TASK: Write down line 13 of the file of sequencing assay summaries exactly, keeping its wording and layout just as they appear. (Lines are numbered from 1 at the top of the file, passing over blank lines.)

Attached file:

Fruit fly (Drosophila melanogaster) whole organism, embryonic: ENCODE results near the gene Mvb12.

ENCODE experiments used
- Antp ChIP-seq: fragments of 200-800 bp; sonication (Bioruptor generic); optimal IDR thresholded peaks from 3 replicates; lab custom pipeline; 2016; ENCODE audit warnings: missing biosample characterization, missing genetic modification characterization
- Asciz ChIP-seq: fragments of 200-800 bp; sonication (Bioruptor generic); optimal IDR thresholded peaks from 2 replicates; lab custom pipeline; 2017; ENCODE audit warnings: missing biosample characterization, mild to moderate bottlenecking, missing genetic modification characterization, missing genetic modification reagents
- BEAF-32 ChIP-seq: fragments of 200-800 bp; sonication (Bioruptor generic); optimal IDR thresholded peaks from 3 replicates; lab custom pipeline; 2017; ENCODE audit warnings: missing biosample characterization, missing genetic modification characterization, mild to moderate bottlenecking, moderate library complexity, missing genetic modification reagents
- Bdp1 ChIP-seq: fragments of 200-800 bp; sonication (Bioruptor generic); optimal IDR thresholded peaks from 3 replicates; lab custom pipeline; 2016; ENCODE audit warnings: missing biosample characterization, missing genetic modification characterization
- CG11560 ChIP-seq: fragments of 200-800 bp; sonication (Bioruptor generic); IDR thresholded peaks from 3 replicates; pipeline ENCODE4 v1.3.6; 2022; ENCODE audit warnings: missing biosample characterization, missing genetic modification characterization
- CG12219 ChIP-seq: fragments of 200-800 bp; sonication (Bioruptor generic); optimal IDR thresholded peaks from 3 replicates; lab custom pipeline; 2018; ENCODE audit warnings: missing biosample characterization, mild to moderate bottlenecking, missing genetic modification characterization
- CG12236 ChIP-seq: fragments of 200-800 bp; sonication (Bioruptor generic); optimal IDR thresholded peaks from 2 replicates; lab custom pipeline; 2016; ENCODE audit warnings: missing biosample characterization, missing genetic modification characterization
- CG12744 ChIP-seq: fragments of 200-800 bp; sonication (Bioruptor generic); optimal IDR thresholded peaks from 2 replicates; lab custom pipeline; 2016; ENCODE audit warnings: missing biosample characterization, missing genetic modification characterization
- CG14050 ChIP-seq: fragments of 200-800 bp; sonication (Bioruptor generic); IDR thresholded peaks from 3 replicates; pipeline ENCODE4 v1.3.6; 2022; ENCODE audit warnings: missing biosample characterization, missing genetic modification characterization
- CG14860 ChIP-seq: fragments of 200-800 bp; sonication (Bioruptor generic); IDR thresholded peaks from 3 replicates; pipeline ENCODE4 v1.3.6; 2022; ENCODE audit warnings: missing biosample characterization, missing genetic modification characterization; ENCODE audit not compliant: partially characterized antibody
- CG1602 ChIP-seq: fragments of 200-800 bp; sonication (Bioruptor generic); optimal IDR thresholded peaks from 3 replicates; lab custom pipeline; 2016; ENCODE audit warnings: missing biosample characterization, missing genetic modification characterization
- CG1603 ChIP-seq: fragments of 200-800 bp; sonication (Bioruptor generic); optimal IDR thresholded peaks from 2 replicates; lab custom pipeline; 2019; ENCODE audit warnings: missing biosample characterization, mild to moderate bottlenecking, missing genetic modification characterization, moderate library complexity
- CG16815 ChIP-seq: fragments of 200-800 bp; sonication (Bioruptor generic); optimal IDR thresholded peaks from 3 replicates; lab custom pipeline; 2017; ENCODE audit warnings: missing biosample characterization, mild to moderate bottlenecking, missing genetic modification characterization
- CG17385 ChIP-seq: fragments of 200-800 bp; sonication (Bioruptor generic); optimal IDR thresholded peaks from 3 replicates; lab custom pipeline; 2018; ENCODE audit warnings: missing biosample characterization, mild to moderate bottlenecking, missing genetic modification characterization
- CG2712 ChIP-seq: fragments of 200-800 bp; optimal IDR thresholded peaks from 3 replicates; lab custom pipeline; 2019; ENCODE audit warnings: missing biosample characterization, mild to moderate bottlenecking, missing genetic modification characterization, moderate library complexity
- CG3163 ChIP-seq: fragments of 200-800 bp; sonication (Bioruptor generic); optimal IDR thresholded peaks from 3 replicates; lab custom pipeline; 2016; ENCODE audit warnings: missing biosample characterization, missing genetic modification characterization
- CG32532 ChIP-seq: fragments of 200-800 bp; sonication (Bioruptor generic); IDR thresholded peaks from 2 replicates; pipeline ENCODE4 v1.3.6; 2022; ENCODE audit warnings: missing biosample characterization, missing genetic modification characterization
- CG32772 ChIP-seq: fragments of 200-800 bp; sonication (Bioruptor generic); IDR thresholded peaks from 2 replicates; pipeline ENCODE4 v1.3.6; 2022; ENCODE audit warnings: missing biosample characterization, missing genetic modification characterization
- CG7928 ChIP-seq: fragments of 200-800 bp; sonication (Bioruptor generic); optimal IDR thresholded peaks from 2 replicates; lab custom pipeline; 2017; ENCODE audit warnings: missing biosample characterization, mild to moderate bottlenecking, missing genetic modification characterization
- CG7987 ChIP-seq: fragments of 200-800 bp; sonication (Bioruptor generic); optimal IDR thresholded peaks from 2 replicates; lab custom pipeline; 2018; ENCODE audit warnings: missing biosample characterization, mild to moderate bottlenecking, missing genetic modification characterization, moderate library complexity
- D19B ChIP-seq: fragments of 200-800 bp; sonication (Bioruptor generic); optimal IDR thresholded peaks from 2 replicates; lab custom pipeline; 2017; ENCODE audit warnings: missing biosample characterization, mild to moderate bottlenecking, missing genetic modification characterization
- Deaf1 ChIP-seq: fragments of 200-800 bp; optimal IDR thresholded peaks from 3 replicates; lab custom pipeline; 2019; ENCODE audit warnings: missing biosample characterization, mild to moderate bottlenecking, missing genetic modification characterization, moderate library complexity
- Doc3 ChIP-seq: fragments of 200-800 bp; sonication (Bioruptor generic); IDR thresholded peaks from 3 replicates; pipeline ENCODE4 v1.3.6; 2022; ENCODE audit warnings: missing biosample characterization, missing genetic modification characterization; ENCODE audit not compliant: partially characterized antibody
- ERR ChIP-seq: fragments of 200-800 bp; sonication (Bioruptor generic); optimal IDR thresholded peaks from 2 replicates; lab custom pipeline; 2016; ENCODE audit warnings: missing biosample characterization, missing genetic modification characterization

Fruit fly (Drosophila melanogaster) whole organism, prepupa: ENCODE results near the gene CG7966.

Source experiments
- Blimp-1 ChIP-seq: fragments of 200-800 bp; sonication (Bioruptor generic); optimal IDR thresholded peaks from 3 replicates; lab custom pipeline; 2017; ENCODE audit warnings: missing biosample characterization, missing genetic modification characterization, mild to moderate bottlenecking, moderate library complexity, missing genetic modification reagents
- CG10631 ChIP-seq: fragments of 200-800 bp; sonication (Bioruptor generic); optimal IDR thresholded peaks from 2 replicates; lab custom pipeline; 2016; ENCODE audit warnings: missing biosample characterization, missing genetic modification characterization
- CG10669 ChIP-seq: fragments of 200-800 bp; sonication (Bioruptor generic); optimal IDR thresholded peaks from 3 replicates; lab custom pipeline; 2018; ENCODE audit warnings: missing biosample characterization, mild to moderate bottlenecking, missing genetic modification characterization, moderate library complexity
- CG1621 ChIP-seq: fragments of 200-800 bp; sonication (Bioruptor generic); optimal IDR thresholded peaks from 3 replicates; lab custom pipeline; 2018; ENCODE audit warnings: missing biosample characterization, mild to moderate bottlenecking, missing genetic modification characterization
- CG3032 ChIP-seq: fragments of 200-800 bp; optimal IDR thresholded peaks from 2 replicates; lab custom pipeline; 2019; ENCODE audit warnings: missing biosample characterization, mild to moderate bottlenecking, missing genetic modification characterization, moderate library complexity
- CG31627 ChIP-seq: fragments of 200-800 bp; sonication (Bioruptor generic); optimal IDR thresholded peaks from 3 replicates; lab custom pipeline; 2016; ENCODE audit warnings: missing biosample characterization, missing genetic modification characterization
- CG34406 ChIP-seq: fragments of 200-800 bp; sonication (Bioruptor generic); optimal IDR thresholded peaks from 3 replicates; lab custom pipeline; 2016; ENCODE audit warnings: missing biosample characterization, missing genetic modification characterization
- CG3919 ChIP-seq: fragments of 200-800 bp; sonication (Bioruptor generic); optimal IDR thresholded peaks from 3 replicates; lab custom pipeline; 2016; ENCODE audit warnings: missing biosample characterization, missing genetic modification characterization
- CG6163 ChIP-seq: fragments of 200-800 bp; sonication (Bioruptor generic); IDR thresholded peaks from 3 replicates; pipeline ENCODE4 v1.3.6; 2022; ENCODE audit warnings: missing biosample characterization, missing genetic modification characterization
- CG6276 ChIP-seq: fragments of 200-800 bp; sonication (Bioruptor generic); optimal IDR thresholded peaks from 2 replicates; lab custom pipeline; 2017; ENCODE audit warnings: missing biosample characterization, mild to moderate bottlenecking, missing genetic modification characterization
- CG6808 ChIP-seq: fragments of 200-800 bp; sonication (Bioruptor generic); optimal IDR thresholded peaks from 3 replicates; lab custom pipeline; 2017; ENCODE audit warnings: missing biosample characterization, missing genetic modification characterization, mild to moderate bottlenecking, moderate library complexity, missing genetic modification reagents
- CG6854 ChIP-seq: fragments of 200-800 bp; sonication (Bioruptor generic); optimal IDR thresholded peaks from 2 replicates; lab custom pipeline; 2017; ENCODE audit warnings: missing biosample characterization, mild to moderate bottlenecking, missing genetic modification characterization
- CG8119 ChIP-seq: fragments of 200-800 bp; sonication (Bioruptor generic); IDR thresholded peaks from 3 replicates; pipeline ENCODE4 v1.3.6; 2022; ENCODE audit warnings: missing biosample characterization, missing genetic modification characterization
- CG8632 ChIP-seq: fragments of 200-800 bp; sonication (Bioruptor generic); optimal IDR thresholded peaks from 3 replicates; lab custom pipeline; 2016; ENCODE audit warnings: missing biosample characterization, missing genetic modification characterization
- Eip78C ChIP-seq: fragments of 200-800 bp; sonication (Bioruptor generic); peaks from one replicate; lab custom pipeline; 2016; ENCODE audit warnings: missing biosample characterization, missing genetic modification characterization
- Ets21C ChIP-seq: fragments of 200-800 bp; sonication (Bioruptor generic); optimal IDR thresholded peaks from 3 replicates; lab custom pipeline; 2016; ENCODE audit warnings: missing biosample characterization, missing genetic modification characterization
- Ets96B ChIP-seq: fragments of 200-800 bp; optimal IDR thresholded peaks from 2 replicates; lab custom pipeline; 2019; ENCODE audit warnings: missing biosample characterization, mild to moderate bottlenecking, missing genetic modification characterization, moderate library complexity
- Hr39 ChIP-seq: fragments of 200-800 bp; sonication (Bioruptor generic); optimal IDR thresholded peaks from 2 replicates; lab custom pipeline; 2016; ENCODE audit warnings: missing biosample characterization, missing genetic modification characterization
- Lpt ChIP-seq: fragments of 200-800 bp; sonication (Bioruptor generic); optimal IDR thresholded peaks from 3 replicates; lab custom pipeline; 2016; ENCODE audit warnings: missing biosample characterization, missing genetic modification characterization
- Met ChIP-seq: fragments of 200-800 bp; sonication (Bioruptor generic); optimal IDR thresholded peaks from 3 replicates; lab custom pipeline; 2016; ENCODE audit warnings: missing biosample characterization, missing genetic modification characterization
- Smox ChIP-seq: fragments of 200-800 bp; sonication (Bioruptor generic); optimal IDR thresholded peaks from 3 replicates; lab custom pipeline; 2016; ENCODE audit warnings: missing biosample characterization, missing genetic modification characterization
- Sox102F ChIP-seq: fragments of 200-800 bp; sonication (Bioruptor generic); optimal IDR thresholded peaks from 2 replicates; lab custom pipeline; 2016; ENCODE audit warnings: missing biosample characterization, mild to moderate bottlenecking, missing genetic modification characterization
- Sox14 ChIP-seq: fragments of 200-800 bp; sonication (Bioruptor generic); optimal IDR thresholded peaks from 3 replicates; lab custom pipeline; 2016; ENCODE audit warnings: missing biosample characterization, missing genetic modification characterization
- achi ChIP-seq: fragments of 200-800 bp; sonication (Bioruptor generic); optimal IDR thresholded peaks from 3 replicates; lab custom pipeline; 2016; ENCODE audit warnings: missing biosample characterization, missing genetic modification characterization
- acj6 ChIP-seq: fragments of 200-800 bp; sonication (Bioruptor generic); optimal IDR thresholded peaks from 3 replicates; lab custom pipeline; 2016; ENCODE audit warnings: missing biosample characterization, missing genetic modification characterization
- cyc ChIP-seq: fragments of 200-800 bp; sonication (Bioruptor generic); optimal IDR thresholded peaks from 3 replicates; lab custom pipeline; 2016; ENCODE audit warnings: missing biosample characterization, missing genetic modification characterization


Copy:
- CG1602 ChIP-seq: fragments of 200-800 bp; sonication (Bioruptor generic); optimal IDR thresholded peaks from 3 replicates; lab custom pipeline; 2016; ENCODE audit warnings: missing biosample characterization, missing genetic modification characterization